Faced with a barrage of sobering statistics about the state of education in black America, an ad hoc group of black educators, politicians and civic leaders is promoting an experimental public school curriculum that emphasizes language skills and "real-life" reading material such as "The Autobiography of Malcolm X."

The group, which calls itself The Select Committee on the Education of Black Youth, this week held its first meeting at Harvard University. In a report prepared for that meeting and released Wednesday, the group said the high dropout rate of black youths, their consistently below-average scores on Scholastic Aptitude Tests (SATs) and the declining number of blacks going to college is first and foremost a problem of poor self-image.

The new curriculum, called "Foundation for Learning," aims to "create a new self-image" among young blacks by first improving their reading, writing and speaking skills. "Language competence is central to educational performance," the group's report said.

"The traditional curriculum, with its emphasis on grammar and literature, has failed with most black students," the report said. "Remediation tends to repeat, with greater emphasis, what has proven unworkable."

The select committee is chaired by Dr. Alvin Poussaint of Harvard and includes House Budget Committee Chairman William H. Gray III (D-Pa.), Rep. Louis Stokes (D-Ohio), National Urban League President John E. Jacob, National Education Association President Mary Hatwood Futrell and D.C. School Superintendent Floretta D. McKenzie.

The group was organized by Dr. Arthur E. Thomas, president of Ohio's Central State University, where the "Foundation" curriculum was developed and put into practice to help improve the communications skills of black freshmen. It is now in use in two schools in Chicago and Inglewood, Calif., and educators there say there has been a marked improvement in blacks' standardized test scores.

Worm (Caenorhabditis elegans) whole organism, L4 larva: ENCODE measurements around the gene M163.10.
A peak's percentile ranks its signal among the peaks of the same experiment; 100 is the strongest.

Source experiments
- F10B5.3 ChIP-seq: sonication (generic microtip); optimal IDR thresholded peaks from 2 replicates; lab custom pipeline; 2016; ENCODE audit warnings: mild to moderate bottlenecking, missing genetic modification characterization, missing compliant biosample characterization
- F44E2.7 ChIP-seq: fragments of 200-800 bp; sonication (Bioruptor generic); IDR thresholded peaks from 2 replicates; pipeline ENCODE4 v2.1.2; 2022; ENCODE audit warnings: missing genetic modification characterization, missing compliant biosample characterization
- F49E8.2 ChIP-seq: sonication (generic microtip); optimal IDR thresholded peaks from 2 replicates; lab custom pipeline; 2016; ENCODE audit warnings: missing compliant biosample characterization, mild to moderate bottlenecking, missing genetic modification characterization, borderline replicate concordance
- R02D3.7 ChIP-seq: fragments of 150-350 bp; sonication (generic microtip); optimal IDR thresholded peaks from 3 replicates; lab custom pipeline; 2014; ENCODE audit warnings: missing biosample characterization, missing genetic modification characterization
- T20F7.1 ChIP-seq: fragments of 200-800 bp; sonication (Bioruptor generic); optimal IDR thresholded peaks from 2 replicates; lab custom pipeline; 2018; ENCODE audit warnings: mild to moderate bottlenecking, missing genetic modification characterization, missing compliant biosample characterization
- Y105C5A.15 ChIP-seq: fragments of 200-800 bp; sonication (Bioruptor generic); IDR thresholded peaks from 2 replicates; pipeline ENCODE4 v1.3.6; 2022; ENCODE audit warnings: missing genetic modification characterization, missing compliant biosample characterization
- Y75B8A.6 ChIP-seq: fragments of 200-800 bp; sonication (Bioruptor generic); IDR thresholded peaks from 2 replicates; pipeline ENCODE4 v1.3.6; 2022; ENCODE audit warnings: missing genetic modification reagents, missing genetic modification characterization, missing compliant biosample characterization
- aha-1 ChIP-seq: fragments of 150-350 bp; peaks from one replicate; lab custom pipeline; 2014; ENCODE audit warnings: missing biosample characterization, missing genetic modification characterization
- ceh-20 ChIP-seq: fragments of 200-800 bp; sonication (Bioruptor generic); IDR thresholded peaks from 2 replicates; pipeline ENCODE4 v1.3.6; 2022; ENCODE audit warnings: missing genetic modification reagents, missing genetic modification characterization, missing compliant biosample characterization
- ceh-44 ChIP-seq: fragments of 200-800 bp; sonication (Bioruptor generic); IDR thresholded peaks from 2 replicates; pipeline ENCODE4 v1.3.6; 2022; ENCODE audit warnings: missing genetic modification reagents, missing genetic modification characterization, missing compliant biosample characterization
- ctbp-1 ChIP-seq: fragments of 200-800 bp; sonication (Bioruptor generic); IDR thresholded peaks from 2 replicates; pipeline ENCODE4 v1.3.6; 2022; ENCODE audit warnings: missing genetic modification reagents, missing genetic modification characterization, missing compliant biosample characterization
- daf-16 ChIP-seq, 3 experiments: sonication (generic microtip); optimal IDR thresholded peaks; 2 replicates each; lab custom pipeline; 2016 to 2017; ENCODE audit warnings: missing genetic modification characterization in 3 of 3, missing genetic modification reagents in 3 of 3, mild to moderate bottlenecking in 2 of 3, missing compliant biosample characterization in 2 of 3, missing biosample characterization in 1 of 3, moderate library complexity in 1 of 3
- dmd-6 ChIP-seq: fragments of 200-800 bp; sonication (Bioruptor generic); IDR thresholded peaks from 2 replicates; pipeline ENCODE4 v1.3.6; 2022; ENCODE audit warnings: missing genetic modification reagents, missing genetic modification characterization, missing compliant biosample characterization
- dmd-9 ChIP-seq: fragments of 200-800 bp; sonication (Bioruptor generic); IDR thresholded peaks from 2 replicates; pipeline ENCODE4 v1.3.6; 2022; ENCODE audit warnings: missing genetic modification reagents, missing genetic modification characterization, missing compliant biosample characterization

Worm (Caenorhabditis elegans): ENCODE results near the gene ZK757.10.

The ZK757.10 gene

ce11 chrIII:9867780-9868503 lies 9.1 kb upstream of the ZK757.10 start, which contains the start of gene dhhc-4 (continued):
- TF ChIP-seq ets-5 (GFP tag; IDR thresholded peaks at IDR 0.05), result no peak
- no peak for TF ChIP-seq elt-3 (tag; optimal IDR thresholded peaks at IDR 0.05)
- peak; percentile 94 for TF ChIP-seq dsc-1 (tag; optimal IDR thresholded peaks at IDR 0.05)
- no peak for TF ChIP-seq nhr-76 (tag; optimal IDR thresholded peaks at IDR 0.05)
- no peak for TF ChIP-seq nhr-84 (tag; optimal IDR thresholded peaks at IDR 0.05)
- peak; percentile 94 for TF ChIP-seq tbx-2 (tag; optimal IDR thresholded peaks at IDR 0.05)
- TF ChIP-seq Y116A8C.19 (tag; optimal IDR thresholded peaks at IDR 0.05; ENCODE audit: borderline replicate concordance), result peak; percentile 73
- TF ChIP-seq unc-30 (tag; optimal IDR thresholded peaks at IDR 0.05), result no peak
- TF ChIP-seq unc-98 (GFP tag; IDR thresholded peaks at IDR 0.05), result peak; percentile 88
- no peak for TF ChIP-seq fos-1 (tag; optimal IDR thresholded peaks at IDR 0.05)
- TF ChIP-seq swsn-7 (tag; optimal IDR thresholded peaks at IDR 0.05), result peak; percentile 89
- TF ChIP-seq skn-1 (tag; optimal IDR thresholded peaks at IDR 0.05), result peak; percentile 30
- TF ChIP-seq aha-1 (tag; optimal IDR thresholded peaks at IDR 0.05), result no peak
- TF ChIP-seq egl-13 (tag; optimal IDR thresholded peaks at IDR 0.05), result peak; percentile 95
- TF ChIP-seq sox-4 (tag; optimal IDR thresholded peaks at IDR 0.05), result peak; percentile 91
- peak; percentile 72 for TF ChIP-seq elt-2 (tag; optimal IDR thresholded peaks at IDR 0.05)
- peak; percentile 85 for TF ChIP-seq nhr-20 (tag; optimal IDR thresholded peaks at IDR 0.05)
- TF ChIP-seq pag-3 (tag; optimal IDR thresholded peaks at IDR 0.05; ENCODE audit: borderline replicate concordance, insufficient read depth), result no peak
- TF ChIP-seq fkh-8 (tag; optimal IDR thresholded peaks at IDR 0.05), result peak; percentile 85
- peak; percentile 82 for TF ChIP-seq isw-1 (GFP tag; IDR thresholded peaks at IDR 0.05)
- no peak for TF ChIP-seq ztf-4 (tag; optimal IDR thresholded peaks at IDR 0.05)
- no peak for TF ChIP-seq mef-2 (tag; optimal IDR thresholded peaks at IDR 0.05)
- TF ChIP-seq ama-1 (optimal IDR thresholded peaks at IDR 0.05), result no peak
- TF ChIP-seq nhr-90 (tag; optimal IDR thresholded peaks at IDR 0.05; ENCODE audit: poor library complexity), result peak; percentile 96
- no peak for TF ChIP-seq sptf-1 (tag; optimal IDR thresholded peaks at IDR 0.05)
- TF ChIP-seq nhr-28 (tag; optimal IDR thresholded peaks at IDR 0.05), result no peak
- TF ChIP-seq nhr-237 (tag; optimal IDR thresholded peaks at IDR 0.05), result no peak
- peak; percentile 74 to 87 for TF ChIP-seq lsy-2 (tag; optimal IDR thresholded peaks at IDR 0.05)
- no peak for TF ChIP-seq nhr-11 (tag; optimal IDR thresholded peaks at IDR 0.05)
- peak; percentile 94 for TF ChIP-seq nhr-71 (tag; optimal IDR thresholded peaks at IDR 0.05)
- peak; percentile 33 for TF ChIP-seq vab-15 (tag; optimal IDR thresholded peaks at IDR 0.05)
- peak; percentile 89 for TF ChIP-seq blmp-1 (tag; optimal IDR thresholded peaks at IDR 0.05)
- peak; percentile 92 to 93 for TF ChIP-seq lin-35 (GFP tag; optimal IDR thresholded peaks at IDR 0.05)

The group hopes to use those results to convince large urban school districts -- particularly those administered by blacks -- to experiment with the "Foundation" learning system.

By emphasizing English language and communications skills as the key to erasing decades of educational underachievement for blacks, the group is rejecting past demands by some black community leaders and scholars that the "black English" dialect be fostered in schools to avoid alienating black youth.

"Black English" has been controversial within the black community for decades, with some educators arguing that it provides blacks with a cultural sense of community, while others -- including most mainline black organizations -- say it has stymied students' ability to succeed in American society.

Poussaint, a spokesman for the select committee, said in an interview that teachers should recognize "black English" as a dialect and a useful means to teach students standard English. "We're not denigrating or demeaning black English," he said. "But we feel that students, if they are going to succeed in school and on the job, must learn standard English."

The committee was formed in response to recent reports and statistics showing that blacks still lag behind whites educationally, and that the affirmative-action gains of the late 1960s and 1970s appear to be eroding.